Look, I don’t want to get political (this time) but Malcolm X made a very valid point that seems to now hold up more than ever. He said,

The white liberal aren’t white people who are for independence, who are moral and ethical in their thinking. They are just a faction of white people that are jockeying for power. The same as the white conservative is a faction of white people that are jockeying for power. They are fighting each other for power and prestige, and the one that is the football in the game is the Negro, 20 million black people.

A political football, a political pawn, an economic football, and economic pawn. A social football, a social pawn. The liberal elements of whites are those who have perfected the art of selling themselves to the Negro as a friend of the Negro. Getting sympathy of the Negro, getting the allegiance of the Negro, and getting the mind of the Negro. Then the Negro sides with the white liberal, and the white liberal use the Negro against the white conservative.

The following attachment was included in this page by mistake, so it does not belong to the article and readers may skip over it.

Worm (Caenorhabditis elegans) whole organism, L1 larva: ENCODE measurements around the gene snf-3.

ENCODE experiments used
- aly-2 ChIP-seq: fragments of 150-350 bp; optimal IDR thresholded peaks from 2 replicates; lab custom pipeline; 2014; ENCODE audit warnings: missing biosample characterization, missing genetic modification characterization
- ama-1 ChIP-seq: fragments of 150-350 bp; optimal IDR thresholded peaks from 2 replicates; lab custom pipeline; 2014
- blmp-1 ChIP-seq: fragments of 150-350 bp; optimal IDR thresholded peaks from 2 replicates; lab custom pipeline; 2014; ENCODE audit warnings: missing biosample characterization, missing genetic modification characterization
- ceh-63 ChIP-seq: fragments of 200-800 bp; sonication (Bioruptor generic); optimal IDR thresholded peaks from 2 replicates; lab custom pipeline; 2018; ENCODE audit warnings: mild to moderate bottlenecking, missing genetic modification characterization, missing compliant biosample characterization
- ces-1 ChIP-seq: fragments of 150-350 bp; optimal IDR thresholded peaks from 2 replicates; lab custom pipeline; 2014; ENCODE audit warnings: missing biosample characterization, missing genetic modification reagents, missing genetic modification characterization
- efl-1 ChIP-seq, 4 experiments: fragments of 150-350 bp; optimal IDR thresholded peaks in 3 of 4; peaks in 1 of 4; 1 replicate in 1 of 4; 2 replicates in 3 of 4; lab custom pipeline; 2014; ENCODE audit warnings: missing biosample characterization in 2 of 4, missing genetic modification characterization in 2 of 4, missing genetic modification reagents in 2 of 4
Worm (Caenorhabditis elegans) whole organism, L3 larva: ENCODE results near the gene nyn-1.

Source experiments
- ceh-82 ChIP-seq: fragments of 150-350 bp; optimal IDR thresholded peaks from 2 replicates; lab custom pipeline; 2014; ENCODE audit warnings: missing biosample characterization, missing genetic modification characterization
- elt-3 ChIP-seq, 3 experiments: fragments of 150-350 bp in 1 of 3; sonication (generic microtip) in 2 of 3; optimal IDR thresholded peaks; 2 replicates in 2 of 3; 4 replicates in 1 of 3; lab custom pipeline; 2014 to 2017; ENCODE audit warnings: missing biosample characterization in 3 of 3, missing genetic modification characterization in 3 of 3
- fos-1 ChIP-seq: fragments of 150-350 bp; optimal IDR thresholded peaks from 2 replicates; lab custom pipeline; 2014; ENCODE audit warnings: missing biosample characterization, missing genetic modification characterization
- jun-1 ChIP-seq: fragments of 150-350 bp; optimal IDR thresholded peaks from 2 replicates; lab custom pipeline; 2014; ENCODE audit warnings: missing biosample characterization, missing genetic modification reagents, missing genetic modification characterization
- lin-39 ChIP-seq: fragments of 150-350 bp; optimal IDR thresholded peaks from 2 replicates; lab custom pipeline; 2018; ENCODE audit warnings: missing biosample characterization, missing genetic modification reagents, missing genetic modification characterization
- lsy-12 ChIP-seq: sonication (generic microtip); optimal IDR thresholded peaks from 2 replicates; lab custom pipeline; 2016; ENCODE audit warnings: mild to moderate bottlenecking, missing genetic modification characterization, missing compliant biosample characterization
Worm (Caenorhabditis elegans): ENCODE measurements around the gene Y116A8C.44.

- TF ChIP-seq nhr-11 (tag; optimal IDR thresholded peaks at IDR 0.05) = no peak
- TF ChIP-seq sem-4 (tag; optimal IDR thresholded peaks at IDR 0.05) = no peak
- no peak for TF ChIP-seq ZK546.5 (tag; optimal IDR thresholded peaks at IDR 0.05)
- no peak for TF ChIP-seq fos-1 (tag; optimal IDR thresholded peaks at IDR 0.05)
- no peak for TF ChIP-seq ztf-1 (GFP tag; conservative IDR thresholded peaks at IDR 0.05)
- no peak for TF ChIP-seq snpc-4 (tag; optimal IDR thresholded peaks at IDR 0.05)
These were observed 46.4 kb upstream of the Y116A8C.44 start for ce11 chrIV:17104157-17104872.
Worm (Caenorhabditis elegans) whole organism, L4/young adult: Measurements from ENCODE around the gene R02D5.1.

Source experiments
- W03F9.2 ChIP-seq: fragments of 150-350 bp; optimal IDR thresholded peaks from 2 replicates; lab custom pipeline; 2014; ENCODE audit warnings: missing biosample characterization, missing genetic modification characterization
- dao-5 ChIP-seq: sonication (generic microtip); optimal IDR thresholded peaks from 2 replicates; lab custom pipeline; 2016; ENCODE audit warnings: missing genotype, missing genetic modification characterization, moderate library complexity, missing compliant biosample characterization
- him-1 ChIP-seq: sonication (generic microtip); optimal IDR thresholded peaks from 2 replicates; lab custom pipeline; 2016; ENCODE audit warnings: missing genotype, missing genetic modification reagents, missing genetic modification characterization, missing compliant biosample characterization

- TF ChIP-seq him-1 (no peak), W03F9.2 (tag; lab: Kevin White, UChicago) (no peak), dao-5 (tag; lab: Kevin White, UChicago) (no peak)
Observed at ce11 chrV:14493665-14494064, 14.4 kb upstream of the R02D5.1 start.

My point is that these people who are trying to champion diversity, may not necessarily have the best intentions in mind, and in fact, is having the opposite effect on people’s minds when it comes to diversity. I feel like the more Marvel’s writer continues on in this backward crusade for diversity, it, in turn, will create this mindset on people who will instantly reject anything that remotely diverts away from the “norm” and chuck it all to “SJW & Forced Diversity” file in an effort to “rebel” or to “stick it to the man”. This is bad because there are genuinely great stories out there being told but not enough people know about them. Or, they might be Marvel writers who wants to tell great stories with new characters but are been peer pressured by their peers to stay the course of self-destruction.